Canadian firm creates IT industry action figure

Faster than a high-speed Internet connection . . . More powerful than a supercomputer . . . Able to leap tall mainframes in a single bound!

Look, up in the sky! It’s a nerd! It’s a brain! It’s . . . GeekMan!

While attendees of Real

World Linux 2004 in Toronto this week were wandering the show floor searching for open source solutions, they were also introduced to an IT industry superhero in the form of a six-inch plastic action figure.

The first product offered by Toronto-based Happy Worker Inc., GeekMan is a thin, white technology employee dressed in blue jeans, running shoes and a black T-shirt with a white pocket protector. His accessories include eyeglasses (which the company calls his “”visual input device””), a handheld that attaches to his belt, a notebook computer, a wristwatch and a coffee mug (“”to re-energize super powers,”” according to Happy Worker).

Product information for GeekMan lists a range of super powers including “”ungodly coding abilities, opposite sex repulsion, ability to create technical acronyms and less than ideal personal hygiene routine.””

Happy Worker founder Kris Schantz said GeekMan is the result of a two-year research and the development process that took place primarily in the evenings and on weekends. Schantz spent about five years in various IT jobs, including the boom-and-bust cycle of the dot-com era, which he said inspired the action figure.

“”I saw my friends and colleagues get the short end of the stick and have difficulty with the technology industry,”” he said. “”I thought that it was about time we create a superhero for ourselves . . . we need someone to come here and save the day, basically.””

The Happy Worker team pored over hundreds of photographs to get the right look and feel, Schantz said, but also queried contacts in the IT industry for their feedback.

“”One of the concepts we toyed with in the early stages was more of a hipper geek,”” he said. “”The feedback we got back from the geeks we talked to — especially the hard-core hardware geeks — was that they really wanted him to be as geeky as we could make him.””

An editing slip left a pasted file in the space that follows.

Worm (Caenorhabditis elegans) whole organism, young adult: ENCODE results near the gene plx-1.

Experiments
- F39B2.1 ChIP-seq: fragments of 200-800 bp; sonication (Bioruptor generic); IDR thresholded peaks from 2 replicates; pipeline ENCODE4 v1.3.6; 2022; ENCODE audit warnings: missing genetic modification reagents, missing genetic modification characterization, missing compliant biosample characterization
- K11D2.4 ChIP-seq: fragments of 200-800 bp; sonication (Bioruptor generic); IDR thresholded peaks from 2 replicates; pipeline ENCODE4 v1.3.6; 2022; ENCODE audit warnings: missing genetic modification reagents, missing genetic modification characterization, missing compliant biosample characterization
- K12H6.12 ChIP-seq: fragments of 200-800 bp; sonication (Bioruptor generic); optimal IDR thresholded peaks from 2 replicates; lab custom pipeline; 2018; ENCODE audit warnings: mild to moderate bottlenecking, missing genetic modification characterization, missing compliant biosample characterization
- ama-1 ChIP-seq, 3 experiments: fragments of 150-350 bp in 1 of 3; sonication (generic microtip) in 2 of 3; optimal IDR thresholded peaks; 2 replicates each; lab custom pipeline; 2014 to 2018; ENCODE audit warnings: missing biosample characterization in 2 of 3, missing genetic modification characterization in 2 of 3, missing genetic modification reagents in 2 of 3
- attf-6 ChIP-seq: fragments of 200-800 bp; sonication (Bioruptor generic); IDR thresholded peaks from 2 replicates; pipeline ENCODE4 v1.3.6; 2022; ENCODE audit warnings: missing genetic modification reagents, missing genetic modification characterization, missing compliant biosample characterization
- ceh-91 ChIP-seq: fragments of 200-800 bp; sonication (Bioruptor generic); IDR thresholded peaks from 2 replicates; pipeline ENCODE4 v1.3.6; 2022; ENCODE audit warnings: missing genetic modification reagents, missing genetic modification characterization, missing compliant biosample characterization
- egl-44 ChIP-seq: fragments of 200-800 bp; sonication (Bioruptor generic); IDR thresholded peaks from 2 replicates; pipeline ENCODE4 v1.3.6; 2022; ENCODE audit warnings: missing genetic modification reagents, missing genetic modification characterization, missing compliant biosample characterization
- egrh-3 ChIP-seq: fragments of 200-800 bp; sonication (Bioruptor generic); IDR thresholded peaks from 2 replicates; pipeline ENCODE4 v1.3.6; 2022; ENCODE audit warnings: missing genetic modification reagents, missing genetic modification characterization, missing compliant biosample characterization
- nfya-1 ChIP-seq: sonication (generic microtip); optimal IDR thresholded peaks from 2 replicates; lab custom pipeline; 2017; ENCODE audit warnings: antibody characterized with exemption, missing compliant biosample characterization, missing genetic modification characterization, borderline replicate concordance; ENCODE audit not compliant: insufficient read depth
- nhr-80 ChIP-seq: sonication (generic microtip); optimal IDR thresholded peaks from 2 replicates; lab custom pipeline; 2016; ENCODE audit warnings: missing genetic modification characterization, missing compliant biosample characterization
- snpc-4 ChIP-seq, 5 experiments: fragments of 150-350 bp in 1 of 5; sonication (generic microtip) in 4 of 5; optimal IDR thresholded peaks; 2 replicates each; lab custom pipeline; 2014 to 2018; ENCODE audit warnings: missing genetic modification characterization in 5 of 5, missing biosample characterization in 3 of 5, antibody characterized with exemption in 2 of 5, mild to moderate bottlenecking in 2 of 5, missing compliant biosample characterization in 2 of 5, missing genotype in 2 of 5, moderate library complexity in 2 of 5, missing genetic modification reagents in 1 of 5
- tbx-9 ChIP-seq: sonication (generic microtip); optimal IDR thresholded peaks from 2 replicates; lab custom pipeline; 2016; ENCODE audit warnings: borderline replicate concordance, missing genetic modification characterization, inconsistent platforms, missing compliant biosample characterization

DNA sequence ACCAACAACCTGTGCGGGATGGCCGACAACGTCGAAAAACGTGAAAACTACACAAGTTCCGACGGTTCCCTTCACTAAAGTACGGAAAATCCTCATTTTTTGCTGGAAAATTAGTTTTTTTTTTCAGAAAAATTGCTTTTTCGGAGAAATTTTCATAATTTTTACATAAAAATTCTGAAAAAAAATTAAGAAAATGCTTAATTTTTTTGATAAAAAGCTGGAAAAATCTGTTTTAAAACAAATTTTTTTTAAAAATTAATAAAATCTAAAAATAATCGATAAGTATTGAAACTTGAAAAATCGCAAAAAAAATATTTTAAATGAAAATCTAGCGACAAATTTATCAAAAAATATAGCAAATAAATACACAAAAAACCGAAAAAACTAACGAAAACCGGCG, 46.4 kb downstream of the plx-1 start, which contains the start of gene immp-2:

Like any superhero, GeekMan needs an enemy to fight, and apart from e-mail viruses, Schantz said he may soon do battle with the firm’s forthcoming second product, a business-oriented action figure called MoneyMan.

“”He’s a superhero too, but obviously they don’t always see eye to eye,”” he said. “”(Geek Man) doesn’t have sworn enemies per se, but he’s got people who are a little bit villainous.””

Although Mattel came out with a computer-savvy Barbie doll several years ago, Schantz said GeekMan is the first toy of its kind, and reflects the industry’s embrace of what was once a derogatory term.

“”Fifteen, 20 years ago, people in the computer industry really weren’t that happy being called a nerd,”” he admitted. “”It’s really changed . . . it’s not only a term of endearment but also a sign of accomplishment, a sign that you’re being recognized by your peers by doing something worthwhile in the industry or being worthy of this label.””

Happy Worker is distributing GeekMan to approximately 25 retail outlets across Canada and the United States, including a number of comic-book stores. The action figure has a suggested retail price of $19.99.


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Shane Schick
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